34. Mike,

    I think it would make a huge difference. We see this very phenomenon in the way an entire season of (insert show name) is sold out in a matter of hours merely because it is produced by the church and playing at the Conference Center Theater.

  35. I am not aware of any statement by any of the Brethren about any of Dutcher’s films–and I am glad for that, so that we can decide whether we like the movies or not based on our own preferences.

    I suspect that there are the same sort of divisions among the Brethren about the film as there is on the bloggernacle.

    In some ways the film is a bit inflamatory (and certainly discomforting) by requiring Mormons who watch it to confront their own attitudes about sin and redemption in contexts that most of the mainstream believes or hopes do not (or should not) exist.

    It forces us to confront issues like:

    1. Is redemption possible for a missionary who violates the law of chastity while a missionary and is sent home (most likely under Church discipline)? This situation has occurred hundreds, if not thousands of times.

    2. Can there ever be a future in a romantic relationship begun in violation of mission rules and the law of chastity? While this has occurred fewer times than the situation in #1 above, it has happened in at least one case of which I am aware (and the couple was later sealed in the temple), and probably many times.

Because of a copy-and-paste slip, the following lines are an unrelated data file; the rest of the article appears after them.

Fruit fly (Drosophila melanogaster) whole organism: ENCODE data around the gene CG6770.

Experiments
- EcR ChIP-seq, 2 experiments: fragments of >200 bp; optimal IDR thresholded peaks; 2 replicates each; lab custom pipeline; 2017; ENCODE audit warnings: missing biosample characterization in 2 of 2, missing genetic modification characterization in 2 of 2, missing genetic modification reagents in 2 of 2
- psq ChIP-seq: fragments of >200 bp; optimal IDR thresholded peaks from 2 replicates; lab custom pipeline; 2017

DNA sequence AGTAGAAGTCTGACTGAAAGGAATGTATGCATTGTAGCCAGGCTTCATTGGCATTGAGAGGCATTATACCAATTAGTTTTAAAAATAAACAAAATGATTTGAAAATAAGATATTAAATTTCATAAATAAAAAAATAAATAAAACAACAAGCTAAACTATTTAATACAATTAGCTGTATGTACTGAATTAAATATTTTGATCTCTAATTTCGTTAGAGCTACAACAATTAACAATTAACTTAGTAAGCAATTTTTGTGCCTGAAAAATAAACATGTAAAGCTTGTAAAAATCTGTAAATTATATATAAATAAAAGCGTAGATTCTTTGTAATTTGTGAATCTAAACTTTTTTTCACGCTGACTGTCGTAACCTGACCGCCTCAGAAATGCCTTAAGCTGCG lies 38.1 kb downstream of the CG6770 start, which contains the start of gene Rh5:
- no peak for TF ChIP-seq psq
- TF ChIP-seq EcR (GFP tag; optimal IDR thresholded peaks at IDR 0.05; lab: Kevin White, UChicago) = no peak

3. Is forgiveness or redemption possible for a person even tangentially involved in murder–especially after joining the Church? Does Jesus’ atonement really extend that far? I believe it does; I am sure there are substantial numbers of Mormons (and probably many leaders) who believe it does not and cannot.

    4. Is violating a mission rule ever justified? Does it always lead to catastrophy? Should it ever be “glorified”?

  36. any mouse says:

    okay, so dutcher SHOULD be in hiding… we just watched “the work and the story.” holy hunk o’ CRAP!

Trackbacks

  1. [...] This feeling was solidified in me last night as Ronan and I watched ‘States of Grace’. A very powerful film (the best Mormon film IMO). At the end the cast is gathered round a live nativity, and as one of them cradles the ‘baby Jesus’, they one by one fall to their knees. [...]